Scientists believe that humans first developed the capacity for verbal language over 200,000 years ago. This development has widely set us apart from almost all other animal species (Gutman, 2019). As with all evolutionary advances, there must be an ultimate cause for this new ability.
The general consensus is that this new ability developed to allow early humans to tell stories. Through storytelling, early humans were able to pass down information from generation to generation. In this way, other tribe members could learn valuable lessons that would increase their survivability (Nigam, 2012).
In recent years, scientists have turned their attention to how brain activity occurs when telling or listening to a story. Using neuroimaging techniques, several experiments have examined activity patterns in both parties during the relay of a story. It was found that the brain activity in the story listener mirrored the brain activity of the storyteller, albeit with a slight time delay (Stephens et al., 2010; Suzuki et al., 2018).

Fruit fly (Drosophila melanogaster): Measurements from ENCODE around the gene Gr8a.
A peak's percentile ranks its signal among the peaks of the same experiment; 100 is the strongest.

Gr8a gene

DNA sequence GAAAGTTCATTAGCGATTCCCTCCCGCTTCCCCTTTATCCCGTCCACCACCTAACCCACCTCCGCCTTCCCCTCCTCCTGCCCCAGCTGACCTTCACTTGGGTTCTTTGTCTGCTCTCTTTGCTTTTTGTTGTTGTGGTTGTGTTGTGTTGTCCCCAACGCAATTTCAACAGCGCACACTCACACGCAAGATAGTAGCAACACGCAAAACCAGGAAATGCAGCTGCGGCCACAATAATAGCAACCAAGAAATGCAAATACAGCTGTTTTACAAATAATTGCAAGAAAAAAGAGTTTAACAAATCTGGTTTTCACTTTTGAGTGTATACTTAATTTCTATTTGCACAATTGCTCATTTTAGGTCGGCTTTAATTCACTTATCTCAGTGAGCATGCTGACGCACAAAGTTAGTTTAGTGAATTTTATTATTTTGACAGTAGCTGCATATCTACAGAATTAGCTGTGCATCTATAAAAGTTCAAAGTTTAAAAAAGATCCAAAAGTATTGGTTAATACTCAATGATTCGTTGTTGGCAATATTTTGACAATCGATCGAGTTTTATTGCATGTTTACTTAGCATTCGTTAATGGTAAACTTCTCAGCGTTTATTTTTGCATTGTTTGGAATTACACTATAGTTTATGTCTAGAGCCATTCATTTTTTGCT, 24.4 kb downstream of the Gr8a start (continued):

At its very core, Bialik’s Breakdown is meant to be a place for storytelling. When we share narratives about our struggles with mental health, we are working to create a deeper understanding of the human experience. There is so much stigma and negativity surrounding mental illness. It becomes easy to forget and avoid those who are struggling. Our weekly discussions serve as a reminder that we all suffer from the mental rollercoaster that is the human experience. By supporting and caring for eachother, we can all work together toward a future where everyone is able to find happiness and fulfillment regardless of their neurology!